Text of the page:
Mapping the binding site of thymosin beta4 on actin by competition with G-actin binding proteins indicates negative co-operativity between binding sites located on opposite subdomains of actin.
ABSTRACT: The beta-thymosins are small monomeric (G-)actin-binding proteins of 5 kDa that are supposed to act intracellularly as actin-sequestering factors stabilizing the cytoplasmic monomeric pool of actin. The binding region of thymosin beta4 was determined by analysing the binding of thymosin beta4 to actin complexed with DNase I, gelsolin or gelsolin segment 1. Binding was analysed by determining the increase in the critical concentration of actin polymerization by native gel electrophoresis or chemical cross-linking. The formation of a ternary complex including thymosin beta4 should indicate that the actin-binding proteins attach to different sites on actin. Competition would be indicative of binding to identical or overlapping sites on actin or of a negative co-operative linkage between the two binding sites. Competition of thymosin beta4 for actin binding was observed in the presence of intact gelsolin or the N-terminal gelsolin fragment, segment 1, indicating that thymosin beta4 binds to a site close to or identical with the gelsolin segment 1-binding site. The ternary complex of actin-DNase I-thymosin beta4 was obtained only when using the chemically cross-linked actin-thymosin beta4 complex, indicating that thymosin beta4 is dissociated by the binding of DNase I to actin. It is suggested that the dissociation of thymosin beta4 by DNase I binding to actin is caused by negative co-operativity between their spatially separated binding sites on actin. A similar negative co-operativity was observed between DNase I and gelsolin segment 1 binding to actin. The results therefore indicate that the respective binding sites for DNase I and segment 1 on subdomains 1 and 2 of actin are linked in a negative co-operative manner.
Project description:The WH2 (Wiscott-Aldridge syndrome protein homology domain 2) repeat is an actin interacting motif found in monomer sequestering and filament assembly proteins. We have stabilized the prototypical WH2 family member, thymosin-beta4 (Tbeta4), with respect to actin, by creating a hybrid between gelsolin domain 1 and the C-terminal half of Tbeta4 (G1-Tbeta4). This hybrid protein sequesters actin monomers, severs actin filaments and acts as a leaky barbed end cap. Here, we present the structure of the G1-Tbeta4:actin complex at 2 A resolution. The structure reveals that Tbeta4 sequesters by capping both ends of the actin monomer, and that exchange of actin between Tbeta4 and profilin is mediated by a minor overlap in binding sites. The structure implies that multiple WH2 motif-containing proteins will associate longitudinally with actin filaments. Finally, we discuss the role of the WH2 motif in arp2/3 activation.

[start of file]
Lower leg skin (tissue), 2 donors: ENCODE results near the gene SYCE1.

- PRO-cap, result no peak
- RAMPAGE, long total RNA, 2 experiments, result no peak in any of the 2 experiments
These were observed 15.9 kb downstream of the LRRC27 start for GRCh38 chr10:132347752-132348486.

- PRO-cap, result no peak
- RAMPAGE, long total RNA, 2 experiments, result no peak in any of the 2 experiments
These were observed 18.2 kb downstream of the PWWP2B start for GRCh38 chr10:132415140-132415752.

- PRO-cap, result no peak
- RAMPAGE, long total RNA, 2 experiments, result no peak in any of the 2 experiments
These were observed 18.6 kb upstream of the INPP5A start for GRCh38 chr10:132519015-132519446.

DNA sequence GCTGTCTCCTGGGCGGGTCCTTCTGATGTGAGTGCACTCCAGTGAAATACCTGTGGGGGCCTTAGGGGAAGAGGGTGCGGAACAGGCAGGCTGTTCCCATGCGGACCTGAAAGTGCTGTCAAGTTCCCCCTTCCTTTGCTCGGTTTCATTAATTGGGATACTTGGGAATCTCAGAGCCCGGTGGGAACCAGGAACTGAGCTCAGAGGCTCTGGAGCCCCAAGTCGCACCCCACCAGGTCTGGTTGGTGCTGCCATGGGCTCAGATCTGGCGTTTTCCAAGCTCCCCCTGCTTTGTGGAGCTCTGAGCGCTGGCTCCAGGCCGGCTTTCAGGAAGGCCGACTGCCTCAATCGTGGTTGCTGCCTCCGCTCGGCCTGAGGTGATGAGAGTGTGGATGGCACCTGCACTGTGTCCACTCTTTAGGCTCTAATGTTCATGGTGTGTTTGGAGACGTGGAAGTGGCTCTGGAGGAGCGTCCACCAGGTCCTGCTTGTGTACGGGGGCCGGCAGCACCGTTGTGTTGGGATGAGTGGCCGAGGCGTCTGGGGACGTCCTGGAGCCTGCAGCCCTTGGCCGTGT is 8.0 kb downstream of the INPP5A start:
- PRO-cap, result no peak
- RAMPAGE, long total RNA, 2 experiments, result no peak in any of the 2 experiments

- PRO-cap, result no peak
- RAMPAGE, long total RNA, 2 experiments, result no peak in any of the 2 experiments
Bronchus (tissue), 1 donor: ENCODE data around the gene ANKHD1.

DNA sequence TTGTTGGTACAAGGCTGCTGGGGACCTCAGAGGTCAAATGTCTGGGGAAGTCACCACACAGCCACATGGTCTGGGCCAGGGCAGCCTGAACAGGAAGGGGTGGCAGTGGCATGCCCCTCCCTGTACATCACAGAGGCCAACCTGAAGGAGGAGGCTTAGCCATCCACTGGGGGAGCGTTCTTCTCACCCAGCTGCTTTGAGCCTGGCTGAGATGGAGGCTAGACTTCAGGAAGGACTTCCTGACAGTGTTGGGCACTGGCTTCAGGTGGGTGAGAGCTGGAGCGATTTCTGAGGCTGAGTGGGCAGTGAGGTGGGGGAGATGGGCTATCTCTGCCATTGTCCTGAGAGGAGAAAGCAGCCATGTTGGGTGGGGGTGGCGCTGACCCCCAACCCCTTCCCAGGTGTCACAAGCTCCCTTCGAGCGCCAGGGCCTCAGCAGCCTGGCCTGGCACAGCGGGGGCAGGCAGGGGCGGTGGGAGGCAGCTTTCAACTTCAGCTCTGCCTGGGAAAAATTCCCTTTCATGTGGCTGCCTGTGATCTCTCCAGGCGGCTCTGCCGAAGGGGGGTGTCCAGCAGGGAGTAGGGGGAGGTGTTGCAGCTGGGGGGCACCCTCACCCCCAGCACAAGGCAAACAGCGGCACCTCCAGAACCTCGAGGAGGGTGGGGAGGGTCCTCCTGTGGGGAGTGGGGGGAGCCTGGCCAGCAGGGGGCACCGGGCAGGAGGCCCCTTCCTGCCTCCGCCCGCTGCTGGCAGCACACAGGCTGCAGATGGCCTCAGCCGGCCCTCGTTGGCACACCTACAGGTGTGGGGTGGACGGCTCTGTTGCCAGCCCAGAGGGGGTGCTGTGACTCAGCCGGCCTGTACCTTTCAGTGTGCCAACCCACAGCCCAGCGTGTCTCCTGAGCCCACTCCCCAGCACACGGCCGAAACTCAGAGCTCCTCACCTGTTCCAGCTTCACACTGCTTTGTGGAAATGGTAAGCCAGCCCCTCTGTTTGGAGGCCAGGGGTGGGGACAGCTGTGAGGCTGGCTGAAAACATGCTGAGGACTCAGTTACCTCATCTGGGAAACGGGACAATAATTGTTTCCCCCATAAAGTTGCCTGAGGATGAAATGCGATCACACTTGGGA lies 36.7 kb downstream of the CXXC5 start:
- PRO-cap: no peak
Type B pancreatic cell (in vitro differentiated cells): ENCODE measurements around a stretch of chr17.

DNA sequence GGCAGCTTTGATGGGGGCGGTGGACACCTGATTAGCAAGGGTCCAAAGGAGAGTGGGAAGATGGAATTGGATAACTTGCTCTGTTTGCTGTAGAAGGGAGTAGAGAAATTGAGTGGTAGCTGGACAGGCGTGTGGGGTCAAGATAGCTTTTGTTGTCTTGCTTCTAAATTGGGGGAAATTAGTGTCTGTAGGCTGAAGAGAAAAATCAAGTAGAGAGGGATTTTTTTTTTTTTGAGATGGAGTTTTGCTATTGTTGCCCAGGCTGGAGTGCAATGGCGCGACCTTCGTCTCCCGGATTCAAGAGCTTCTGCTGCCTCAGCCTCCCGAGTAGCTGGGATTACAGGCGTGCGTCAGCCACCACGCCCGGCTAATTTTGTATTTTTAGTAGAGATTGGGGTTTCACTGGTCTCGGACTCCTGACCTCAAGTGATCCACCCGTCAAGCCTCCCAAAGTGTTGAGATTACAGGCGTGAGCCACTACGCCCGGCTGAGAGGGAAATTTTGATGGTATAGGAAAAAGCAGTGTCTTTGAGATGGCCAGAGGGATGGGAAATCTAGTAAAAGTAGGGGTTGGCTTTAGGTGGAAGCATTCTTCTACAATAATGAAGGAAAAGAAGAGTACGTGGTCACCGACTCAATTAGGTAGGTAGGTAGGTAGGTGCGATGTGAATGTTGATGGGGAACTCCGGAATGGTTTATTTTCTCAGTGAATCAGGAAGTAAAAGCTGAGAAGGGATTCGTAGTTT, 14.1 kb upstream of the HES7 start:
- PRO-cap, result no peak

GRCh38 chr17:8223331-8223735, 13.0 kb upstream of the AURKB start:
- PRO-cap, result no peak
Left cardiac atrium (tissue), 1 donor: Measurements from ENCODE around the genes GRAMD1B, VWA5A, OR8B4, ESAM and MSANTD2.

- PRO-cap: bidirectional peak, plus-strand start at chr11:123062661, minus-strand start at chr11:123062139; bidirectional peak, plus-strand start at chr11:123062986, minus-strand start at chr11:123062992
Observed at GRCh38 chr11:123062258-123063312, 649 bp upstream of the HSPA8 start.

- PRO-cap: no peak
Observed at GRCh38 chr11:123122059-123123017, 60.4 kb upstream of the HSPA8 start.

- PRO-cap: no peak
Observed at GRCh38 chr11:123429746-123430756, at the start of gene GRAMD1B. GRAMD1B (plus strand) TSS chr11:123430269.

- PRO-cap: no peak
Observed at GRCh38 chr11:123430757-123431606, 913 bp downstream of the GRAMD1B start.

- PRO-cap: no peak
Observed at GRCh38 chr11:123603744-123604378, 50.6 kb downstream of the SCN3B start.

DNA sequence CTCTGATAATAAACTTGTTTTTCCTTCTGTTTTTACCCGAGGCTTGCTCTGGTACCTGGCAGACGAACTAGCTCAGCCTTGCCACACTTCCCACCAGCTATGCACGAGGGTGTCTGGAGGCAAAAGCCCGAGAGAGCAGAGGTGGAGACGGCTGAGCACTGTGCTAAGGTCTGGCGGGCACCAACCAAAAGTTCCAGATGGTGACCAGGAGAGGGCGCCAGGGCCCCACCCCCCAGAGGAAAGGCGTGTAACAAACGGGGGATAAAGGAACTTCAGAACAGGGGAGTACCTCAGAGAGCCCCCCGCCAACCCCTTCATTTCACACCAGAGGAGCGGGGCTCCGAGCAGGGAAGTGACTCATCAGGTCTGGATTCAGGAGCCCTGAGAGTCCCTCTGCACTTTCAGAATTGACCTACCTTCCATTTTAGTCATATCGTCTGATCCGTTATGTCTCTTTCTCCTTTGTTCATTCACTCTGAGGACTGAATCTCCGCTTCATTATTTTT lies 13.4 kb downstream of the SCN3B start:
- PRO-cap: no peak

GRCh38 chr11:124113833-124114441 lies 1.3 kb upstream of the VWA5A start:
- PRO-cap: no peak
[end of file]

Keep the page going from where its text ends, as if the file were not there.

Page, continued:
Project description:CapG is the only member of the gelsolin family unable to sever actin filaments. Changing amino acids 84-91 (severing domain) and 124-137 (WH2-containing segment) simultaneously to the sequences of gelsolin results in a mutant, CapG-sev, capable of severing actin filaments. The gain of severing function does not alter actin filament capping, but is accompanied by a higher affinity for monomeric actin, and the capacity to bind and sequester two actin monomers. Analysis of CapG-sev crystal structure suggests a more loosely folded inactive conformation than gelsolin, with a shorter S1-S2 latch. Calcium binding to S1 opens this latch and S1 becomes separated from a closely interfaced S2-S3 complex by an extended arm consisting of amino acids 118-137. Modeling with F-actin predicts that the length of this WH2-containing arm is critical for severing function, and the addition of a single amino acid (alanine or histidine) eliminates CapG-sev severing activity, confirming this prediction. We conclude that efficient severing utilizes two actin monomer-binding sites, and that the length of the WH2-containing segment is a critical functional determinant for severing.